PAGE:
The users of VR devices live literally everywhere, so there is not a physical place to identify and locate them. For this reason, the only possible way to find them is through VR forums and websites that VR users visit to find information. In conclusion, not only did we need to use the virtual space to survey VR users, but it was also mandatory to proceed with an online questionnaire.

Finding the sample was complex because the first VR HMDs have been on the market for less than 3 years. It is worth mentioning that we should not mistake the consolidation of technology for its popularity: VR may be fairly popular despite most people having never tried it. This narrowed the population and sample to be studied. Finding VR users was another difficulty to overcome, because they form a heterogeneous group with different interests and socio-demographic characteristics and are hard to reach and locate. Also, they use different VR head-mounted displays (e.g., PlayStation VR: PSVR, Oculus Rift, HTC Vive, Windows Mixed Reality: WMR) and platforms (e.g., personal computers, Sony PlayStation 4, smartphones)9 which makes it even harder to find them.

An online questionnaire was the only possible way to examine early VR adopters' preferences and interests in the use as a learning tool, because the dispersion of users in different locations and systems makes any face-to-face consultation or any other methodology common in the social sciences, such as interviews or focus groups, impossible. However, this method is not without limitations, since the participants' answers were limited to the questions, most of which were structured.

In addition to this, the real number of Spanish VR early adopters is difficult to know because most manufacturers do not make the information about their sales public for fear of discouraging potential investors or clients. Nonetheless, we can estimate this number if we have a look at indirect sources. For instance, in 2018 less than 4 million VR HMDs were sold on the worldwide market18, which makes users of these technological applications, software, and video games less than 1% of the total population19 (i.e., approximately 42% of the worldwide population20. Therefore, less than 5 per thousand of the population can be regarded as early adopters.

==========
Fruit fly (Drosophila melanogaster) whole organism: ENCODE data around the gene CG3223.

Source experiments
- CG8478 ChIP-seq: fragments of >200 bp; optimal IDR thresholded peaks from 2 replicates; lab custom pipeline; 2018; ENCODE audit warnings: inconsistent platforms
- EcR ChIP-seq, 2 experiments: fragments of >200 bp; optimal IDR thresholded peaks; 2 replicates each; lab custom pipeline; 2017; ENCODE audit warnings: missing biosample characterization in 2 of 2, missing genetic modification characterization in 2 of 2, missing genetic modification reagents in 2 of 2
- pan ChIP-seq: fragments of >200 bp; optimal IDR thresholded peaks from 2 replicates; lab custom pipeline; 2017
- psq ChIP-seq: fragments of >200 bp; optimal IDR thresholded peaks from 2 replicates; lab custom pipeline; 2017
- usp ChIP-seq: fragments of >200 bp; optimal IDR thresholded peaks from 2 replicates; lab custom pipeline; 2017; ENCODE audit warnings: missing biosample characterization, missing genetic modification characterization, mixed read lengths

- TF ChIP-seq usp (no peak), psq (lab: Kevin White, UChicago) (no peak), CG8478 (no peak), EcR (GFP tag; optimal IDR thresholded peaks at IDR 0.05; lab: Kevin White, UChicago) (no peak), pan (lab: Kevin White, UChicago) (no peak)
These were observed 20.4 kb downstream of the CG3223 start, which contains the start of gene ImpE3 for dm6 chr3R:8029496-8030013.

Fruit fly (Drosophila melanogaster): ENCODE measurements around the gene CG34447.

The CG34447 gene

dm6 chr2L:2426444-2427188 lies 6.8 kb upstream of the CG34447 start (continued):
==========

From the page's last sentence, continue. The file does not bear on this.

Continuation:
One of the main implications of this study lies in the relationship between the educational field and VR, which is at a critical moment21. VR technology is now taking its first commercial steps, a fact that explains why efforts are currently directed at entertainment and leisure18,19. The results of this study show that users' interest in entertainment is much greater in VR HMDs than in video consoles (PSVR). Also, this interest is stronger in males who use their laptops or computers more frequently. As for the early adopters, learning is not a priority for them, and those who are interested find themselves with very few VR options. This can be seen, for instance, in the Oculus Store that has a very small number of VR educational applications22. Yet, its current usage is far from being insignificant, with 13.7% of use.